The Dallas Cowboys have a decision to make about Ezekiel Elliott. It’s not the one about releasing him after the 2022 season because of his contract numbers. They have an out after 2022 and they just might use it to get some cap relief and quit paying top dollar to a position that doesn’t really deserve top dollar. But that’s about a year away.
The other decision they have to make about Elliott comes this fall when they must decide how much playing time to give him this season, and how much they should give to Tony Pollard. Over at ESPN, Bill Barnwell did a deep-dive into the expectations around a few high-priced running backs for the 2022 season, and Elliott was included.
First he notes that the Cowboys have become much less of a running team recently and are now more in line with passing averages around the NFL. He observes that the reason for that may be the declining production of Elliott.
You might argue the Cowboys have leaned more on the pass because Elliott has been less efficient as a runner. This would appear to be true. We have four years of RYOE data, and he has declined in each of those years. He posted 0.5 RYOE per carry in 2018, when he led the league in carries, touches and rushing yards. That mark fell to 0.4 in 2019, 0.1 in 2020 and dropped below the average mark to minus-0.1 in 2021. His yards-per-carry marks have bounced around, but the advanced metrics hint at a more worrisome trend.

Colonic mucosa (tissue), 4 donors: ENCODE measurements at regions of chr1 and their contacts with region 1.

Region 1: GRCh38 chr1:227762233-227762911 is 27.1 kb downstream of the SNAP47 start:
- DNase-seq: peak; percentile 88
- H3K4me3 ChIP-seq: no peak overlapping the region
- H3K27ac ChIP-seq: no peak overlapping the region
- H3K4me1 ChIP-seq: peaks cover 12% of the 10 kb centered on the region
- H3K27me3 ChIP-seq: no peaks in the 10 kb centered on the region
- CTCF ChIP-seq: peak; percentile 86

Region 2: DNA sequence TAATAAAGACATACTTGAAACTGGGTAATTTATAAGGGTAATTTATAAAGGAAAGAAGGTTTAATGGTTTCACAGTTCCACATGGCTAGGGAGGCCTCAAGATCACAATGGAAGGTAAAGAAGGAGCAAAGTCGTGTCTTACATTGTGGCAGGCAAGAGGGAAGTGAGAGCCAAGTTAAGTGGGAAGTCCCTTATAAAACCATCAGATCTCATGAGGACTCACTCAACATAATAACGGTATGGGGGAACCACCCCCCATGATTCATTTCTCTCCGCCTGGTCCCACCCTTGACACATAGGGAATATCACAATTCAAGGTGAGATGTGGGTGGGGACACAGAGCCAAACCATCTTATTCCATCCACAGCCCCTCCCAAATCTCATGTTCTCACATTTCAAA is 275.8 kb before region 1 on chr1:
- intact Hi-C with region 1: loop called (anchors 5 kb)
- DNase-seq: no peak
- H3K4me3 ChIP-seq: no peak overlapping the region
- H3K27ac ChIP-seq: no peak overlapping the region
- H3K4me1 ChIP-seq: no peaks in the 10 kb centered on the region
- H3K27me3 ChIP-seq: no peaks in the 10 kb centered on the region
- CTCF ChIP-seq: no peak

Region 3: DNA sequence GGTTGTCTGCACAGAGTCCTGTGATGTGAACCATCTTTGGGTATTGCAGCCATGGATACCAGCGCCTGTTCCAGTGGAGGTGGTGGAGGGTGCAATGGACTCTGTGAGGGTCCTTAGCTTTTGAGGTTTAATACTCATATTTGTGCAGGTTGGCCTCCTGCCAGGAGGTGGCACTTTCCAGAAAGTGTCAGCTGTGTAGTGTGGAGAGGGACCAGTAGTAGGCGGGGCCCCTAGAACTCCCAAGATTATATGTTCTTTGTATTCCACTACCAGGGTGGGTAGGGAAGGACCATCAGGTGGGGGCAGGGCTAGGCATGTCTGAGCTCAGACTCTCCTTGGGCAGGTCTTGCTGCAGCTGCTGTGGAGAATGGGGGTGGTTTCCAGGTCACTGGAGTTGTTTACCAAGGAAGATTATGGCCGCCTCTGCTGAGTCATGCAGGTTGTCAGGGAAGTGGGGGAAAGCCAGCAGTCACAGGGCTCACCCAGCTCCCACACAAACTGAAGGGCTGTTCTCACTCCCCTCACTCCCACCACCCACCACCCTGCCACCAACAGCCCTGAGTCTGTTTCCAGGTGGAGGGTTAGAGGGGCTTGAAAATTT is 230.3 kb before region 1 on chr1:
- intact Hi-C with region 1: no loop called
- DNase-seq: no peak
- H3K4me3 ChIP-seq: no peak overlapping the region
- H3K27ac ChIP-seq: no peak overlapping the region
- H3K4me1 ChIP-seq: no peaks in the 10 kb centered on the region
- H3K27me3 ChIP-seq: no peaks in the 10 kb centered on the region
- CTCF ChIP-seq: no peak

There have been arguments made that the decline in Elliott’s production can be attributed to a decline in offensive line play for the Cowboys. It is pretty much inarguable that the Cowboys offensive line is not as good as it was in the early seasons of Elliott’s career. So that all makes sense until you look at what Pollard has been doing with the same offensive line.
The problem with blaming the context around Elliott, though, is that there’s another back who shouldered a meaningful workload in Dallas a season ago. Tony Pollard carried the ball 130 times to Elliott’s 237. Next Gen’s model suggests Pollard was placed in beneficial situations, as his average rush was expected to generate 4.8 yards per carry, a figure topped only by Miles Sanders and Darrell Henderson Jr. Even given those higher expectations in terms of where and when he carried the ball, Pollard simply blew Elliott’s performance out of the water.
Pollard has been more explosive than Elliott over his first three seasons in the league, but in 2019 and 2020, Elliott was a more reliable option. Elliott’s success rate and FDOE marks topped those of Pollard. Pollard’s yards per carry were better than his backfield mate’s, but you could have made a case for Elliott remaining as the primary runner. There are no arguments to be made after last season.
The Cowboys have been slowly working Pollard into more of the running game over the last few years. Probably a little too slowly for many fans tastes, but they are making strides having the carries be more even. In 2019, Elliott had roughly 78% of the touches, in 2020 he had 70%. Last year Elliott was at 62% of carries so the trendline is going in the right direction if you want Pollard to get more touches.
Barnwell argues that Pollard should be in the lead role but notes that it’s unlikely the Cowboys will do that. With the money they are paying Elliott, along with their belief that his pass-blocking ability is a key factor, the Cowboys will likely keep going with Zeke as the main option. They rarely admit that they made a mistake in a contract signing.
Even so, Barnwell predicts a year where Zeke is used less than ever.
Projection for 2022: 180 carries for 802 yards and 8 TDs; 39 catches (58 targets) for 253 yards and 1 TD